Deputy contracts at issue in two-way race for Monroe County sheriff
It's now a two-way race for Monroe County sheriff. Late Monday afternoon, the Republican Party nominated Sheriff Patrick O'Flynn for re-election. He's served in the position for 16 years. On Saturday, former Greece Police Chief Todd Baxter announced he had switched parties and would run as a Democrat.
The two will face off, but will likely also face a key issue in the campaign involving contracts for deputies. The jail deputies last ratified a contract in 2013. The road patrol deputies say the one they were forced to accept hurt citizens because so many seasoned veterans left the force.
"You had an extremely knowledgeable police department walk right out the door," said patrol union president John Auberger.
It was more than just a salary issue. The road patrol contract also changed the way deputies would qualify for pension and other benefits. Those with the most experience had the most to lose, so 41 of them walked away. "The residents of Monroe County should have the best police officers come to their door in their time of need. These were our senior deputies," Auberger told 13WHAM's Jane Flasch.
The decision to impose the contract was made by an arbitrator. Sheriff O'Flynn says he was not part of the negotiations but is now trying to rectify what happened by working on a new contract. "We want to be able to recruit and retain people. So we're working behind the scenes," he said. "It serves no purpose to air out the contracts in the media. We're working behind the scenes closely to get this contract done," he added.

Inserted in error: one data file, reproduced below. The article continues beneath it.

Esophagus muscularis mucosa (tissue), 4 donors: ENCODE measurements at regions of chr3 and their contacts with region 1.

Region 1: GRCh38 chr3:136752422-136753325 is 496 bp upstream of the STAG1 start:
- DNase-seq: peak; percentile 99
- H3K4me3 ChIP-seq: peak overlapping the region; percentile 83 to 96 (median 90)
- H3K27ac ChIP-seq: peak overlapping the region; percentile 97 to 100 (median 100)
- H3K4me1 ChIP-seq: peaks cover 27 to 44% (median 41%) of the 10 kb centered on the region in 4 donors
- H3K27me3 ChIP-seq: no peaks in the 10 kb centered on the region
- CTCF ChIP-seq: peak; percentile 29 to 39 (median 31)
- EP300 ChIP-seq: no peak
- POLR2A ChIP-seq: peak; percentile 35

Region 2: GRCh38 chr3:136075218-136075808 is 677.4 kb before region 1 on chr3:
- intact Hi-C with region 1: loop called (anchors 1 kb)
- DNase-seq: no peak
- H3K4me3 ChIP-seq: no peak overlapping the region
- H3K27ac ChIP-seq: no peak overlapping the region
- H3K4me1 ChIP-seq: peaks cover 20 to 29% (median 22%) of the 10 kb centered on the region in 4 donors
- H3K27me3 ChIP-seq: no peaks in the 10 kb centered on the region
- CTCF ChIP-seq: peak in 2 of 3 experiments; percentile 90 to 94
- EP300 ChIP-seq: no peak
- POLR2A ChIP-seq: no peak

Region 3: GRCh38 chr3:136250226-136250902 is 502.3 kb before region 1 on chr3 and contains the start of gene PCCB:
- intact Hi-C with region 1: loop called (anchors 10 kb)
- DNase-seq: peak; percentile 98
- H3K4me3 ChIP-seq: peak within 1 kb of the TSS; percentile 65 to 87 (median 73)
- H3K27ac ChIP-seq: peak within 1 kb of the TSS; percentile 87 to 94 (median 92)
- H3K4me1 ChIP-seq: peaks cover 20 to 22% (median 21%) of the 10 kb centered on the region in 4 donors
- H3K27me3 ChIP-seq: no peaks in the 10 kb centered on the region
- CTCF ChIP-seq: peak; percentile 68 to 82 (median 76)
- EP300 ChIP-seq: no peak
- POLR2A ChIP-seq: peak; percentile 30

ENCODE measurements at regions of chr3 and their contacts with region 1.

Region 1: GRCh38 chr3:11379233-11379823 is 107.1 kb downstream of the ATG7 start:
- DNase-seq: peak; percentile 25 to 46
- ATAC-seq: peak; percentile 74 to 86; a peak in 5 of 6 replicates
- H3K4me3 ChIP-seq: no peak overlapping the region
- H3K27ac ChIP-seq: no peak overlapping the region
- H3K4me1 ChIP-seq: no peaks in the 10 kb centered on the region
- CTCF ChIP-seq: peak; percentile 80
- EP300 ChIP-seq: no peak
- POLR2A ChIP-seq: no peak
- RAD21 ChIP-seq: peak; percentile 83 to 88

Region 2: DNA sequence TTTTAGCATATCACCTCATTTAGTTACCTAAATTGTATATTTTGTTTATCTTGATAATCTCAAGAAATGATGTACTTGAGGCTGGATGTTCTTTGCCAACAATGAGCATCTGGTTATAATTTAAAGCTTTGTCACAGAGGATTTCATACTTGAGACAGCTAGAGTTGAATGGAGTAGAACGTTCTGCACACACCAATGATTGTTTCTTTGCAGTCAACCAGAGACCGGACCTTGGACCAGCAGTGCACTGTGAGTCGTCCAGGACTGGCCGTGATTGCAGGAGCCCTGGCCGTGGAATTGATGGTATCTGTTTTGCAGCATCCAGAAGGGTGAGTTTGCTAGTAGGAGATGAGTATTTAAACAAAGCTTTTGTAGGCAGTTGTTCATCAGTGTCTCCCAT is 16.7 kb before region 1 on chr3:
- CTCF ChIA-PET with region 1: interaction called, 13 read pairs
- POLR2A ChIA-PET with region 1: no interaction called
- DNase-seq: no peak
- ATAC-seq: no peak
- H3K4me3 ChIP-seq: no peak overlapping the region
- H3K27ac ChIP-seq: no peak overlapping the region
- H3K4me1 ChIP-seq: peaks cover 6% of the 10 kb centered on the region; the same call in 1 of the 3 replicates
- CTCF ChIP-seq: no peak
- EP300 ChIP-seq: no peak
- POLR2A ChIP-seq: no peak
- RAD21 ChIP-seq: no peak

Baxter sees it differently. He says the leader of any department could and should have done more behind the scenes. "The fact is there is a need for new vision," he said.
He cites his record: Taking over as Greece police chief after scandal hit the department.
"The union was entrenched based on what happened. We worked with the union, we worked with the town and we came up with good fair contracts," he said.
In 2016, Sheriff O'Flynn received a nine percent pay raise to be enacted over three years. At the end of that, he will be paid ten percent more than the Rochester Police Chief. By contrast, his road patrol deputies earn seven percent less than RPD officers, who are the next lowest paid of all the departments in the county.
"Leadership is a big factor when if comes to who we, as members of the road patrol, are going to support and we're weighing our options," said Auberger.
The 480 members of the jail deputies union are also watching the race and say they intend to make an endorsement.